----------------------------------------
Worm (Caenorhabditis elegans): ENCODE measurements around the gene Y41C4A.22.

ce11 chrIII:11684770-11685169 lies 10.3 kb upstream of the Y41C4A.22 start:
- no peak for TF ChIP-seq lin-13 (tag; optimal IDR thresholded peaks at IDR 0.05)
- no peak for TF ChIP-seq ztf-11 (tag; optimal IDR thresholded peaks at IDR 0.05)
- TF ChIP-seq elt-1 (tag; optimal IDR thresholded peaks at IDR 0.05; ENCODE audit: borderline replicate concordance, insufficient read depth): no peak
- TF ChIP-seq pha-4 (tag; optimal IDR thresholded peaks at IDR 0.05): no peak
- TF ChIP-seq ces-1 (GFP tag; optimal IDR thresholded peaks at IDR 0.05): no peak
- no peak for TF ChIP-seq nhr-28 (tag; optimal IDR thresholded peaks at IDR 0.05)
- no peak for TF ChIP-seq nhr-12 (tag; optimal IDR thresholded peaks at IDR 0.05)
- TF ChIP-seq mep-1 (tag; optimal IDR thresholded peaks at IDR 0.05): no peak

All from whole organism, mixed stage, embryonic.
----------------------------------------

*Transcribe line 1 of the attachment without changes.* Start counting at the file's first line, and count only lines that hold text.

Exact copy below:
Worm (Caenorhabditis elegans): ENCODE measurements around the gene Y41C4A.22.